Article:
A rather strange polarisation seems to have gripped discussion about tomorrow’s election. In his interview with Ed Miliband on the BBC news yesterday, James Landale led with the question: ‘Have you ever run a business? Have you ever made a profit?’ Of course, the answer was ‘No’, and would have been easy for Miliband to have been defensive about this—but he has been media-trained out of that. But the striking thing about the question for me was why Landale did not go on to ask: ‘Have you ever been a doctor or nurse? Have you treated people medically? Have you been a teacher? Unemployed? Disabled?’ or even perhaps ‘Have you ever been a philosopher? Do you understand what makes for a good life?’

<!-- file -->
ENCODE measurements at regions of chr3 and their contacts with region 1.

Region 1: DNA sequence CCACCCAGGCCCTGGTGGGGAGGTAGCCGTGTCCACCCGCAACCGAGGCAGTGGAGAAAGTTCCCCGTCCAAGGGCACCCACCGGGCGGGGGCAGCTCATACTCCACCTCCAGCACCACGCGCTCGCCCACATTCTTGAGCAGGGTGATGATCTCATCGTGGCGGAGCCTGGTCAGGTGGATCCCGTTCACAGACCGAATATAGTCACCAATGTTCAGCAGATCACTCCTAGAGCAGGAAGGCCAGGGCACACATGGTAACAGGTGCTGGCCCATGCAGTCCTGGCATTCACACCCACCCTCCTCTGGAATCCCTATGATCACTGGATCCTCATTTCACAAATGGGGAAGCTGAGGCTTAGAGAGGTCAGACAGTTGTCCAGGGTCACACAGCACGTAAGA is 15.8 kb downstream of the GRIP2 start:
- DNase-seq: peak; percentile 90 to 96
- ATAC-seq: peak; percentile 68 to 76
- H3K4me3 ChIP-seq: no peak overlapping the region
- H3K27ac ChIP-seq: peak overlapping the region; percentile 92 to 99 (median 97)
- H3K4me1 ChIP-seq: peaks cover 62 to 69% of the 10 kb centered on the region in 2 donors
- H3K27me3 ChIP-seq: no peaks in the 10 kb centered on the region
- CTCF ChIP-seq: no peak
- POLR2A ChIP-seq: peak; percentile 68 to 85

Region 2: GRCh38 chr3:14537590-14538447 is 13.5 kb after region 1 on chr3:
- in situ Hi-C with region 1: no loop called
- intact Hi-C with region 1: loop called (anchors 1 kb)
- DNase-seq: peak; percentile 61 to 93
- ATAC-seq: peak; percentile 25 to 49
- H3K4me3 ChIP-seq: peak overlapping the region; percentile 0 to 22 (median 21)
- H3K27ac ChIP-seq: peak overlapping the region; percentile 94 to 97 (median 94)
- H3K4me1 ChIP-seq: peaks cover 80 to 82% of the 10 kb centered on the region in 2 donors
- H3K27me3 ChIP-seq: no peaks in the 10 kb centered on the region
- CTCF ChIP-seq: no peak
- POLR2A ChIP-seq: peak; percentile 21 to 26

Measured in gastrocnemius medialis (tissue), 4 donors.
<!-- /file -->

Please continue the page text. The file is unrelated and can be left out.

In some quarters, you would think that the sole task of the next Prime Minister is to be CEO of UK PLC, as if there was nothing else to politics than creating a culture where people can make money. I suppose you might expect such a narrow perspective from a publication like The Economist, but many other commentators appear to echo their view that it is the economic judgement which is the only determinant of who should get elected. David Cameron appears to think that the slogan ‘It’s the economy, stupid‘ will help him to stay in power as effectively as it helped Bill Clinton unseat George Bush Senior many moons ago. He is now the firefighter, whilst Ed Miliband is the arsonist destroying the country by his economic recklessness. As polling day looms, polemic and personalisation extinguish any hope of a sensible debate about the things that matter.